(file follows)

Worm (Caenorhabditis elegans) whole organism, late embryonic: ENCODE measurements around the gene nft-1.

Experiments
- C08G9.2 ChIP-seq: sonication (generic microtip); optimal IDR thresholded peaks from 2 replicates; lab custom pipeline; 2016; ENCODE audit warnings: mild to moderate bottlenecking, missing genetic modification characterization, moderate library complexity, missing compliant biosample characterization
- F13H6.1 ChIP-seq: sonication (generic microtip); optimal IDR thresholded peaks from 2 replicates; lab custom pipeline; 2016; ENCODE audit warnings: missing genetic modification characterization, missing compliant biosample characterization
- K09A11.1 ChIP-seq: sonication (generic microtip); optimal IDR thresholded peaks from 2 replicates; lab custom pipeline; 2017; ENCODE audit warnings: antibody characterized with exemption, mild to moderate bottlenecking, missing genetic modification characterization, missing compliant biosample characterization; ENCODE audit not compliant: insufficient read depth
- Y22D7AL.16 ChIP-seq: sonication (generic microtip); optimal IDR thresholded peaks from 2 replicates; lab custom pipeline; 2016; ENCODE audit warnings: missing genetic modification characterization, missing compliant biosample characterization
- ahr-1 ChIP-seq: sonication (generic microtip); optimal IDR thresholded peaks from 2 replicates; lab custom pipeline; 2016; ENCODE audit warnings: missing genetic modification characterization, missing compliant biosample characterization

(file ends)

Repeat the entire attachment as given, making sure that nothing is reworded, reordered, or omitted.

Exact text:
Worm (Caenorhabditis elegans) whole organism, late embryonic: ENCODE measurements around the gene nft-1.

Experiments
- C08G9.2 ChIP-seq: sonication (generic microtip); optimal IDR thresholded peaks from 2 replicates; lab custom pipeline; 2016; ENCODE audit warnings: mild to moderate bottlenecking, missing genetic modification characterization, moderate library complexity, missing compliant biosample characterization
- F13H6.1 ChIP-seq: sonication (generic microtip); optimal IDR thresholded peaks from 2 replicates; lab custom pipeline; 2016; ENCODE audit warnings: missing genetic modification characterization, missing compliant biosample characterization
- K09A11.1 ChIP-seq: sonication (generic microtip); optimal IDR thresholded peaks from 2 replicates; lab custom pipeline; 2017; ENCODE audit warnings: antibody characterized with exemption, mild to moderate bottlenecking, missing genetic modification characterization, missing compliant biosample characterization; ENCODE audit not compliant: insufficient read depth
- Y22D7AL.16 ChIP-seq: sonication (generic microtip); optimal IDR thresholded peaks from 2 replicates; lab custom pipeline; 2016; ENCODE audit warnings: missing genetic modification characterization, missing compliant biosample characterization
- ahr-1 ChIP-seq: sonication (generic microtip); optimal IDR thresholded peaks from 2 replicates; lab custom pipeline; 2016; ENCODE audit warnings: missing genetic modification characterization, missing compliant biosample characterization